First-time home buyers can pull or borrow money from their 401k for down payments, but there are many costs and risks associated with this strategy. Explore the pros and cons of using your 401k for a down payment and learn about alternative options for obtaining a down payment for a home.
Many first-time home buyers have some type of debt to worry about. Whether they’re paying down credit cards, student loans, or auto loans, it can be difficult for a first-time buyer to come up with the money needed for a down payment on a house. Many may look to their 401k to come up with the large sum required to buy a home.
If you’ve been considering using your 401k to secure a down payment for your home, take a look at the pros and cons of utilizing these funds and some alternative options available for first-time buyers.
Using 401K Funds for Down Payments
First-time home buyers who are unable to come up with a down payment can withdraw from their 401ks in order to gain access to funding quickly. When pulling from a 401k, borrowers only have access to the vested amount in their account, rather than the ending balance. This is simply because company matching funds may not be not immediately made available to pull from.
Withdrawing from your 401k before you hit retirement age always incurs penalties and fees. There are also different methods for withdrawing from your funding.
The hardship withdrawal option allows first-time home buyers to withdraw $10,000 from their 401k without incurring the 10% IRS penalty. However, buyers will have to pay income tax on this withdrawal come tax season.
The 401k loan option lets buyers borrower whichever of the below two options is less:
- 50% of the vested 401k balance
- Up to $50,000
Repayment terms are generally within 5 years and often come directly out of an employee’s check.
A combination of the above two options can also be utilized if you have more than one 401k.
Pros of Borrowing from a 401k
There are some clear benefits to borrowing from your retirement fund. The top benefits include:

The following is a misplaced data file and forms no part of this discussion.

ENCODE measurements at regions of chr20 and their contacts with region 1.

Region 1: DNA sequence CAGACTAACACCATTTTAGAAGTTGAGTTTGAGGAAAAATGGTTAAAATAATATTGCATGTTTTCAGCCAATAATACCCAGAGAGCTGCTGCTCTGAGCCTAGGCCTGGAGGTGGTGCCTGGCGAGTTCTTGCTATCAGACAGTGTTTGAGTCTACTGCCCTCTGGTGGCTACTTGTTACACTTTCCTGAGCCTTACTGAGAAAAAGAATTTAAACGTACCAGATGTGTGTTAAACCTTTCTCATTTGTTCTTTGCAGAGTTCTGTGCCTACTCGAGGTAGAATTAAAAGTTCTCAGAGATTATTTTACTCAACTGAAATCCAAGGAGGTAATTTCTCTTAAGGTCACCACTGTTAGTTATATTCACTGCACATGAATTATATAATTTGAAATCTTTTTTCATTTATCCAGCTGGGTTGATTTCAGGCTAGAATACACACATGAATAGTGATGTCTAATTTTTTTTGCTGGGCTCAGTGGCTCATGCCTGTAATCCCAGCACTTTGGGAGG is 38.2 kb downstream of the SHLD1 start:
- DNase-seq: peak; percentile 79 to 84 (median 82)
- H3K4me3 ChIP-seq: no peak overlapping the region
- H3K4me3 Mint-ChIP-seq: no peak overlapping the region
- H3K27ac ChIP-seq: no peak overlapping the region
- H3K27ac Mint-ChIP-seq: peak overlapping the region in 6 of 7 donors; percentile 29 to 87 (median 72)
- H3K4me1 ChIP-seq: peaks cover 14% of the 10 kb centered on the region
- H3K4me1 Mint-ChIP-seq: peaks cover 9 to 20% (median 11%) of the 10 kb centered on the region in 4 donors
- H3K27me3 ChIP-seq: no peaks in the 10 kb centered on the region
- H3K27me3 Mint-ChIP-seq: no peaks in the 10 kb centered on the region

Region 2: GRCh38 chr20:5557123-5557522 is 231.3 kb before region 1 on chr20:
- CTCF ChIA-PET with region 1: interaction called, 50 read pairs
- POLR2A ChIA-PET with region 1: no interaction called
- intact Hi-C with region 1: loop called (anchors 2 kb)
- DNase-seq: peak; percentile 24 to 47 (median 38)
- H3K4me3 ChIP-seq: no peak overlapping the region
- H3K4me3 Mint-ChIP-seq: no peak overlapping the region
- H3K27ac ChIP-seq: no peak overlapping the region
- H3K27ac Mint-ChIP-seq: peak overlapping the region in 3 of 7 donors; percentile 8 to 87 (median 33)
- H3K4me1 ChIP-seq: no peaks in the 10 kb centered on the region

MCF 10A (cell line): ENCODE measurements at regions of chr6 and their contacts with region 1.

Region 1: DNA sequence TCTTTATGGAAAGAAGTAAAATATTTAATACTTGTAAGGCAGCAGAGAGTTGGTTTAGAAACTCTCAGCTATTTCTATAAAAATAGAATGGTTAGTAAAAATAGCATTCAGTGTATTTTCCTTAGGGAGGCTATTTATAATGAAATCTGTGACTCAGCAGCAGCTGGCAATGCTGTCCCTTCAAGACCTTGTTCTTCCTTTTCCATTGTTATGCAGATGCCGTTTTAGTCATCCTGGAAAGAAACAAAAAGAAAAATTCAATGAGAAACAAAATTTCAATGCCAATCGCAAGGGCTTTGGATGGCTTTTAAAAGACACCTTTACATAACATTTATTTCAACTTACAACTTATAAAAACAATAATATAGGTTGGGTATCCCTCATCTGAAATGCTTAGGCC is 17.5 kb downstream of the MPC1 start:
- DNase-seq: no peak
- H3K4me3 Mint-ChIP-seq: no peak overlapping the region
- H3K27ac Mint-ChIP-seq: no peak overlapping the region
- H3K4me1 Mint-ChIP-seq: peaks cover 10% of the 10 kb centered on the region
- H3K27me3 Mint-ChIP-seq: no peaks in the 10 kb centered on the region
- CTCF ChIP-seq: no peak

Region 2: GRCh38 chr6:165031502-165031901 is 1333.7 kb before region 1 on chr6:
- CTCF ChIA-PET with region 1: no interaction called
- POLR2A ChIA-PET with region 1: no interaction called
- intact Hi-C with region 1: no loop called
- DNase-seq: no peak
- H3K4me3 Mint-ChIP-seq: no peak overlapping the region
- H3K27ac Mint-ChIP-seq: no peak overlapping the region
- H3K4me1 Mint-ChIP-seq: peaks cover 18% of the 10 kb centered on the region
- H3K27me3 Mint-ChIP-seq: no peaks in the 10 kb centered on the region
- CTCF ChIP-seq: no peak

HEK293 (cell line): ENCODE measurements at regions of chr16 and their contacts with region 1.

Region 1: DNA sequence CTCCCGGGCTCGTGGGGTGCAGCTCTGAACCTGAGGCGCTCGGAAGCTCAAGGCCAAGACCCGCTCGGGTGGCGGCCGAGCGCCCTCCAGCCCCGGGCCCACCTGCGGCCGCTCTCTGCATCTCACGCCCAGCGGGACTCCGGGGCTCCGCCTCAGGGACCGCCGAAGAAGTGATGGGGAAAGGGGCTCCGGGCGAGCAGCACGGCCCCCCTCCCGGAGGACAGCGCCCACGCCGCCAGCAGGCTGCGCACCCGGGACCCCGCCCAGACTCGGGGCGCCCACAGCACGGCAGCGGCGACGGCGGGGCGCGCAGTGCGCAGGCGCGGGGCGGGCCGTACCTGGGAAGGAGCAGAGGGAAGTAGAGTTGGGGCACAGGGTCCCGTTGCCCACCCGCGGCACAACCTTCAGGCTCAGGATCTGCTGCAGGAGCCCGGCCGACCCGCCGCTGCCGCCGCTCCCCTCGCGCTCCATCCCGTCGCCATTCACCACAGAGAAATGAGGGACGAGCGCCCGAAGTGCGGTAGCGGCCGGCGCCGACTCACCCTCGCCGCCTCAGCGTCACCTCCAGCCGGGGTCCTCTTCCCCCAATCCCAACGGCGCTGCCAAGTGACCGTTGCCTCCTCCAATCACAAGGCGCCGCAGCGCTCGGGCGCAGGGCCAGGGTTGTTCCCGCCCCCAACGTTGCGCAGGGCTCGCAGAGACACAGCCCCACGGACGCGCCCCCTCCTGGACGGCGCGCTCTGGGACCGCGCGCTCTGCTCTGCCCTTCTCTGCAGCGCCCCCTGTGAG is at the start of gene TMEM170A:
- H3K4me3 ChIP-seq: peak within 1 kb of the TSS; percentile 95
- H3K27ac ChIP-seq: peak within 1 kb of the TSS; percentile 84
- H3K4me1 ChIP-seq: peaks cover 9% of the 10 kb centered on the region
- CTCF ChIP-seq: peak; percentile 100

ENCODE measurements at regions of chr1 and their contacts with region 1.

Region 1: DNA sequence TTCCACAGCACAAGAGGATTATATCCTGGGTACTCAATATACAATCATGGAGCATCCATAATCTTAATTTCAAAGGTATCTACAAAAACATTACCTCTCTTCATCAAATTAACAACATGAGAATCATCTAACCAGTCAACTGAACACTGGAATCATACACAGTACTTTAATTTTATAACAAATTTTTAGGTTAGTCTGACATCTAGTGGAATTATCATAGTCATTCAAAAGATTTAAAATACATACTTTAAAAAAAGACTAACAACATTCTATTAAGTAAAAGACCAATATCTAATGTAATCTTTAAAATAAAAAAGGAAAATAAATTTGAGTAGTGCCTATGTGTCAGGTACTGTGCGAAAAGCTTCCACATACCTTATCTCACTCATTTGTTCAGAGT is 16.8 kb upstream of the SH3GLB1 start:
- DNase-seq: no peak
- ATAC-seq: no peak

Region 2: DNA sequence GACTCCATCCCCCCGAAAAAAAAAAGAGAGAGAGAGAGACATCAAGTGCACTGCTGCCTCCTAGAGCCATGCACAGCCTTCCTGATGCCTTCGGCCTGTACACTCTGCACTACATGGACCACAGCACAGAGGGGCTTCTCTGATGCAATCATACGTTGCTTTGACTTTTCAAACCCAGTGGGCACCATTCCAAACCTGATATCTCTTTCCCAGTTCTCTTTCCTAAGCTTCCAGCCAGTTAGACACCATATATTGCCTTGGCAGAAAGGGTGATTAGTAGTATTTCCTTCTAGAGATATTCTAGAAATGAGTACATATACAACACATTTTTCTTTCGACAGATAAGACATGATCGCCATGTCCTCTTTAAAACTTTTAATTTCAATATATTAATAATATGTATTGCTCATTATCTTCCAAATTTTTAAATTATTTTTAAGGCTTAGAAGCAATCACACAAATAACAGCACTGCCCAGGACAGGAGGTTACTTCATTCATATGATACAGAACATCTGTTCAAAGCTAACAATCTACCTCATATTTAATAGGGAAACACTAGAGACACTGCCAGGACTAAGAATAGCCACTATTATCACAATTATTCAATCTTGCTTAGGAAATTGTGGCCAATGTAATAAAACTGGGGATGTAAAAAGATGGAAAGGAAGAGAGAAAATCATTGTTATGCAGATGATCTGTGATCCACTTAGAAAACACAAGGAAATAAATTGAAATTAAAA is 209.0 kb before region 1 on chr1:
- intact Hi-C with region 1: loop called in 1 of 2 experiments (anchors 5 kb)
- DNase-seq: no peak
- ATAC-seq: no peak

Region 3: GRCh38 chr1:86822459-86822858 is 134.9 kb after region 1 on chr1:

- No loan application needed
- No credit score requirement
- Automatic paycheck deduction make repayment fast and easy
- Fund are generally available within 10 business days
Cons of Borrowing from a 401k
While pulling from your 401k may seem like a great option, there are some drawbacks and risks involved. Top cons include:
- Paying interest on the amount withdrawn
- The full loan amount is due (or eligible for full taxes) if you leave your employer before the loan is repaid
- In the case of a withdrawal, you’re pulling from your retirement fund, which can impact your financial health in the future
Alternative Options for Securing Down Payments
Borrowing from your 401k can impact your retirement savings and cost you a lot of money if you’re unable to repay the loan, leave your job, or worse, can’t afford your mortgage payment on top of your 401k loan payment.
It’s best to explore other alternatives before deciding to withdraw from your 401k. Some other financing options include:
- IRA withdrawals - similar to 401ks, IRAs allow first-time home buyers to withdrawal $10,000 without penalty (income tax still applies, however)
- Find a starter home - if the home of your dreams is out of range right now, consider finding a less expensive home that better fits your budget and can be resold in 5-10 years
- Apply for an FHA or USDA loan - these loans only require 3.5% down payments, rather than the traditional 20%, making it easier for first-time buyers to secure funding
- Wait to buy a home - if you don’t have enough savings to cover the down payment on a house, it might make sense to wait, add to your savings, and look again when you have more money available
Withdrawing or borrowing from your 401k is one way first-time home buyers can secure funding for down payments. While this may seem like an easy way to access funds, it’s not always the best option for buyers. Exploring alternative methods may be more beneficial in the long run.
Talking to an experienced real estate agent is a great way to find out the financing options available for you. A top-rated agent can walk you through your financing options and help you find lenders requiring small down payments.
Clever has teamed up with top real estate agents across the country who offer 1% back to buyers in commission rebates. To save money on a new home and learn about low-down-payment financing options, connect with a Clever agent today.